What Fashion Month Taught Us About Collaboration | Jing Daily
The Fall/Winter 2022 season of shows has proven how internet-breaking collaborations continue to bring fashion to the forefront of popular culture, with Burberry x Supreme and Gucci x adidas flooding everyone’s feeds.
Becoming the trending topic on social media, in the West and in China, remains a primary goal for luxury; collections are therefore increasingly being aimed at the wider public of non-fashion consumers. As a result, sportswear collaborations dominated the catwalk: from emerging talents colliding with big names like Robyn Lynch x Columbia, to established houses such as Roksanda and Fila joining together, and MM6 Margiela partnering with Salomon. Chinese designer Feng Chen Wang was sure to display her 2022 Beijing Olympic uniform at the F/W22 presentation too.
Fashion and culture journalist Eugene Rabkin explained to Jing Collabs & Drops, “All collaborations are about creating a media, and hence a brand awareness moment.” He emphasized that the sale is not a primary motivation when it comes to luxury collaborations, stating that it is ultimately always the marketing activity.
Though sports-fashion crossovers might have proven their promotional worth, many designers tapped into the cultural capital and fanbases of artists, whereas others, like Dior and Chinese womenswear label ANNAKIKI, strove for disruptive innovation through tech partnerships. As always, companies also utilized external partners for products that they cannot necessarily create to the same level internally, such as the Rick Owens x Aesop line (dropping on March 21), or the leather pumpkins at Loewe’s show designed by British artist Anthea Hamilton.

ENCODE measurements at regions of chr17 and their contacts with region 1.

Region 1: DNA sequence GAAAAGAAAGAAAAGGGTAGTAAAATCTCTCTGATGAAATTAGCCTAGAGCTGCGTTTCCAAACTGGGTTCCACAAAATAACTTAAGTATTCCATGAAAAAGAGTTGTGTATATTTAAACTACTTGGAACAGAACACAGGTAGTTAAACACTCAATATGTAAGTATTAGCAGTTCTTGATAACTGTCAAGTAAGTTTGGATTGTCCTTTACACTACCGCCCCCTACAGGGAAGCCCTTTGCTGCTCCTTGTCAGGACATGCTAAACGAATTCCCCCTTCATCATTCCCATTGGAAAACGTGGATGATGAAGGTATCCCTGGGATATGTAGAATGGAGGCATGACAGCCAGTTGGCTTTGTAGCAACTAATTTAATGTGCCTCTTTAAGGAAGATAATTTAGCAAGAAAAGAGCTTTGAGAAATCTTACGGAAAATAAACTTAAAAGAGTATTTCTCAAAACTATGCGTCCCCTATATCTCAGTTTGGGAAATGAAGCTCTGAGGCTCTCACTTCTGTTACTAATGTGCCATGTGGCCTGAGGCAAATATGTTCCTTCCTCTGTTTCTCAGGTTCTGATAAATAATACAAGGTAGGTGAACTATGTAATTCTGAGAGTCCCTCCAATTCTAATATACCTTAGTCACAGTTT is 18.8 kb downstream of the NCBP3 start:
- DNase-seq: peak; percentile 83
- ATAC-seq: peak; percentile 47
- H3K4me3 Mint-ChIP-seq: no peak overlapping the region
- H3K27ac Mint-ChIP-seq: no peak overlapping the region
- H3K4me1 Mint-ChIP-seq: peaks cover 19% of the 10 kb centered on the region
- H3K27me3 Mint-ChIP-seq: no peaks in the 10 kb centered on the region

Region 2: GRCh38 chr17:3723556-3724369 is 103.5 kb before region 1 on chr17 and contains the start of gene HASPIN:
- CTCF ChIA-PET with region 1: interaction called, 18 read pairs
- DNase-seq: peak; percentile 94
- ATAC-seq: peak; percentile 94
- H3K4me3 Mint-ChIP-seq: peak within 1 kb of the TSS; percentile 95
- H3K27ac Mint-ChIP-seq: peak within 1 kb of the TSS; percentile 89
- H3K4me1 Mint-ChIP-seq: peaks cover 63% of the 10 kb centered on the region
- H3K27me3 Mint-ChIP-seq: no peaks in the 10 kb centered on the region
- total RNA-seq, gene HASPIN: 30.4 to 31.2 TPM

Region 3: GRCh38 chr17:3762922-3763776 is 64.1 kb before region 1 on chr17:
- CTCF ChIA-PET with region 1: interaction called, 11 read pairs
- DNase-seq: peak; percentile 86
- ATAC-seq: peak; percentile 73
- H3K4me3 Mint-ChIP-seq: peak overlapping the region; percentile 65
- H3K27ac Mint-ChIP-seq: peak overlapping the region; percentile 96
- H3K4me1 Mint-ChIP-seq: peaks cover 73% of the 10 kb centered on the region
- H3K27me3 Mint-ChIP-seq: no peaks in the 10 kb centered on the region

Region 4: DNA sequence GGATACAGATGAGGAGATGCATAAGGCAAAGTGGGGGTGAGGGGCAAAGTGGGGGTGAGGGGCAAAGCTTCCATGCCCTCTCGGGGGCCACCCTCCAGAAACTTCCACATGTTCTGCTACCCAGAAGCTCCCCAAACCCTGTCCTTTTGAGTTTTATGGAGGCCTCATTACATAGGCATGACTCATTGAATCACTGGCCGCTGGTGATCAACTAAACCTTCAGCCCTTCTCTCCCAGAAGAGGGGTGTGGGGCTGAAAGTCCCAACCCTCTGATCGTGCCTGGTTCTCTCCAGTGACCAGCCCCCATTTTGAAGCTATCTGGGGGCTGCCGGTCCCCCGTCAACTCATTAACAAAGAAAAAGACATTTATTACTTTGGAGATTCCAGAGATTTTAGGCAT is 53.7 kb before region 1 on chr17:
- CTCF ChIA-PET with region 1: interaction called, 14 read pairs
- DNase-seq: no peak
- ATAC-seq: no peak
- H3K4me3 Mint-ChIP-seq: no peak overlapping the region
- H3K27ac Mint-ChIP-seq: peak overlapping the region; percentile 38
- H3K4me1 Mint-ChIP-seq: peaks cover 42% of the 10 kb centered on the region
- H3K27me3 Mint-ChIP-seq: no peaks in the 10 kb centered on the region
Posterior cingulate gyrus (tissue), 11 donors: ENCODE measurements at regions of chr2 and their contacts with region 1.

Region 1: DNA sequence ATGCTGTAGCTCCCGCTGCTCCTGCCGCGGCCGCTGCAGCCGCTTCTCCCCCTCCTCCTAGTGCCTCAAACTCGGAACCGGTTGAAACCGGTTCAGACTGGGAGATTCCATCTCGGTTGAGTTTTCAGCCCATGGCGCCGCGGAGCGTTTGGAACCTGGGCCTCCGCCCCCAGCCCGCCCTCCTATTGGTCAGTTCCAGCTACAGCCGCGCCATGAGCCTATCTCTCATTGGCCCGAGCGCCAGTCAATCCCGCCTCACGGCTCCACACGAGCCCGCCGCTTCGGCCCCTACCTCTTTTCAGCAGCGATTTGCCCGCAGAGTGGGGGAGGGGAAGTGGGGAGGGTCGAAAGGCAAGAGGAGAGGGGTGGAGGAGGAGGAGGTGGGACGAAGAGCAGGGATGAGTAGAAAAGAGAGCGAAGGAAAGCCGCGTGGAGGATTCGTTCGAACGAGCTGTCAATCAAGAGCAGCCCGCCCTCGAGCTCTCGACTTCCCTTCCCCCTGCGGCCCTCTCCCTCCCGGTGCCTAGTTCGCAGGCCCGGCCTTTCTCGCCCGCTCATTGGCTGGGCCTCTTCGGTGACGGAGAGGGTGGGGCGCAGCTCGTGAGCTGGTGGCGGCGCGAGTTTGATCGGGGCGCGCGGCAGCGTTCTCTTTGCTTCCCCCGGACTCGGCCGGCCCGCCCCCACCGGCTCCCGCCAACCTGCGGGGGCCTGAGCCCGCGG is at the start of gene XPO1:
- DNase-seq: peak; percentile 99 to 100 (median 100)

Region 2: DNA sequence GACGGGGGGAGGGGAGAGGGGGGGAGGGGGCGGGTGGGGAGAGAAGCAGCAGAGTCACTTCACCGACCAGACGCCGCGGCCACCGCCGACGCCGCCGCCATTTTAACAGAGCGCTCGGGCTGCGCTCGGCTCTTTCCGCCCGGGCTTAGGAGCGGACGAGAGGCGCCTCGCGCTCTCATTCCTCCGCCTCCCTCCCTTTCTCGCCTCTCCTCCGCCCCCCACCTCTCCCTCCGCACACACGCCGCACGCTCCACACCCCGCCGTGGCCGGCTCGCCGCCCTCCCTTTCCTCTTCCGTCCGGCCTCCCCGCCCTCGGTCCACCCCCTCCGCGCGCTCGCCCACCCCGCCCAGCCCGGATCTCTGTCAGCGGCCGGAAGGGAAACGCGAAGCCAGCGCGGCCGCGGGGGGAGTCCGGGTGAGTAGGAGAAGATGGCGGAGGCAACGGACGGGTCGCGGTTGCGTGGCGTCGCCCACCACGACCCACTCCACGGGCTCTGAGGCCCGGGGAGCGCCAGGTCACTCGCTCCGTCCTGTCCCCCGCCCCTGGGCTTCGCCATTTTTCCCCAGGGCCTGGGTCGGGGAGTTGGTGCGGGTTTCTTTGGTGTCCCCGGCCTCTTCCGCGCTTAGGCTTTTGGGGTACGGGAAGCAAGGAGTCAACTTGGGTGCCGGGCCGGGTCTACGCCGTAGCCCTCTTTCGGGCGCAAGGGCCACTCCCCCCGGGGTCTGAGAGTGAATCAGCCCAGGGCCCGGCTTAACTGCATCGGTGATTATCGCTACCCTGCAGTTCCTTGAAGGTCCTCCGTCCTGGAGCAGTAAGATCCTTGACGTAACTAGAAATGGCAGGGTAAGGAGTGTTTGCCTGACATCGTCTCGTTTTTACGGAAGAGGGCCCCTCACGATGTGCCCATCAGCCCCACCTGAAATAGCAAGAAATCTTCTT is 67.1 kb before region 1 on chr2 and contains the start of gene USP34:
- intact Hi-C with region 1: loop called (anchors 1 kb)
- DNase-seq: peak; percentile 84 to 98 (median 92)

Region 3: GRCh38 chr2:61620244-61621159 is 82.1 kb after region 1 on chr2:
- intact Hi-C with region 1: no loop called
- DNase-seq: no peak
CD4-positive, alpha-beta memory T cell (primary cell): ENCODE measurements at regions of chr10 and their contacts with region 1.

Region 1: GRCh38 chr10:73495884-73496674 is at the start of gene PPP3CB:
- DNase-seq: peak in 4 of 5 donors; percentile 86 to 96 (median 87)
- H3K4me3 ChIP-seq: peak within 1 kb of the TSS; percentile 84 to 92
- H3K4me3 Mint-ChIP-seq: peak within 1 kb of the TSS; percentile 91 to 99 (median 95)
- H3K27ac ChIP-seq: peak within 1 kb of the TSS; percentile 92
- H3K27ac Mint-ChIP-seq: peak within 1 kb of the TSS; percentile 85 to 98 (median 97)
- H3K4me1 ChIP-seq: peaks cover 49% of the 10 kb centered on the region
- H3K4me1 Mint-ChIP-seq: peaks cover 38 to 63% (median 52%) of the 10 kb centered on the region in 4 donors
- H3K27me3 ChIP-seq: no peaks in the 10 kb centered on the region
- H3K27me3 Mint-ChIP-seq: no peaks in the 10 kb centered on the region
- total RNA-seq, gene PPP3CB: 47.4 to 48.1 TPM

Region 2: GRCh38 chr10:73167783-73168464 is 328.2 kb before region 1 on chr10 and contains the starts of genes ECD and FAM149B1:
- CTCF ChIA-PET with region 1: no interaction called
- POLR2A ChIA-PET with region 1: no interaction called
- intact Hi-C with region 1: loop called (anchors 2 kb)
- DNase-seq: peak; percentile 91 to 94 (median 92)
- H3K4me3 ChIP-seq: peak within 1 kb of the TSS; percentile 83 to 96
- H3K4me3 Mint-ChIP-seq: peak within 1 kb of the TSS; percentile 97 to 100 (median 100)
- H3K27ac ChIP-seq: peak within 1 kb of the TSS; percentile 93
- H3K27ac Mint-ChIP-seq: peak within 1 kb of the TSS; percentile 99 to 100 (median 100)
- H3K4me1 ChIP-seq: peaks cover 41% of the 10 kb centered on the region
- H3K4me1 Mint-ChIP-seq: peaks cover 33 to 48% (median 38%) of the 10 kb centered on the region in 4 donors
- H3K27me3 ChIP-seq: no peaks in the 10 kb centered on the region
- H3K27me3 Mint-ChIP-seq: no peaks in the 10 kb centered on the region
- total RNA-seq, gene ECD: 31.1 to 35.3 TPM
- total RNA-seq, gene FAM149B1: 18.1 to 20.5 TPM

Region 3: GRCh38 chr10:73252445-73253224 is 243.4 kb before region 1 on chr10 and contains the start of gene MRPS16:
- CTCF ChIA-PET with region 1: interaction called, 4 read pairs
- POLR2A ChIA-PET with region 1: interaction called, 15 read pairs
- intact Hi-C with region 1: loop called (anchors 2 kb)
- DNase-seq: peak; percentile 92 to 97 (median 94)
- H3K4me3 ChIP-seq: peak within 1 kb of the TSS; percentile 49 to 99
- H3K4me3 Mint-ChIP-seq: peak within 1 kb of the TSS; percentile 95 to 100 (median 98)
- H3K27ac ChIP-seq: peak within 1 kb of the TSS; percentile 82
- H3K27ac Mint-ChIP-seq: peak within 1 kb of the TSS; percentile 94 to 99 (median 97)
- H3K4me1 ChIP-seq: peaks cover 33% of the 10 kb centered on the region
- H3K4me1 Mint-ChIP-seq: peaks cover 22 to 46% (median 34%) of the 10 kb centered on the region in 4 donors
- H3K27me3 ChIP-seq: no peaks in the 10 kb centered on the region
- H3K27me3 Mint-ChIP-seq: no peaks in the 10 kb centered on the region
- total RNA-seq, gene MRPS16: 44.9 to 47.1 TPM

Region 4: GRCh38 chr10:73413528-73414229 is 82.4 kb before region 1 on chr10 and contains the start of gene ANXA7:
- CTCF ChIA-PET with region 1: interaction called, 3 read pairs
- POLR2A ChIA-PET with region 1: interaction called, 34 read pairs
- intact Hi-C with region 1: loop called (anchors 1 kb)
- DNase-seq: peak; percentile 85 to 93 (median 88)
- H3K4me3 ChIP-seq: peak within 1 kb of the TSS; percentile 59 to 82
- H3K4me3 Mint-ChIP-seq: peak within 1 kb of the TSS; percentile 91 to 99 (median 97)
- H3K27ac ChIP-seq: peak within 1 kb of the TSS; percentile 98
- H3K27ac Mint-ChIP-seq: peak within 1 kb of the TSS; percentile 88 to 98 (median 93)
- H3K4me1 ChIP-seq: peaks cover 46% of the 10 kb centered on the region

With StockX reporting a 200 percent increase in collaborations from 2019 to 2021, F/W22 proved that growth is staying consistent. In discussion with fashion critic Eugene Rabkin and High Fashion Talk’s Iolo Edwards, here are the collaboration trends of the season — and three leading examples of each.
Aim: Appealing to Gen Z
Combined reach of Gucci x adidas, Moonboot x Palm Angels, and MM6 Maison Margiela x Salomon: Over 199 billion
Just as Rabkin described Gucci x adidas, sportswear collaborations enable institutions to reach an audience which might not be comfortable shopping high fashion. He said, “I find it strange that the fashion industry in the past five years has decided the young, hype consumer is the target audience. Last I checked, older people have much more money.”
Alessandro Michele combines adidas’ sportswear codes with Gucci’s signature silhouettes.
And Palm Angels’ tie-dye Moonboots exemplified that Gen Z motivation — one of the demographic’s trending footwear favorites right now — with global shopping app Lyst reporting that searches for both establishments increased 18 percent and 21 percent respectively in the week following the Milan show.
MM6 Maison Margiela x Salomon also proved the advertorial appeal of sportswear, with searches for the French sports make increasing 71 percent and those for MM6 jumping 59 percent just 48 hours after the reveal.
One scour of the internet around the date of the Gucci x adidas collection was enough to prove just how viral that went. Yet, Edwards argued that it was exceptionally clever in terms of the actual design: “It took notice of what customers wanted from a collaboration. The two brands cross over in terms of the products that they produce; some of Gucci’s best-selling items are tracksuits that look very much like adidas in luxury fabrication. There is a shared reference point of this non-specific nostalgia earned by adidas through its integral positioning in these key moments; early hip hop, B-Boys, ‘70s rock stars, etc, which are also key reference points for Alessandro’s designs at Gucci.”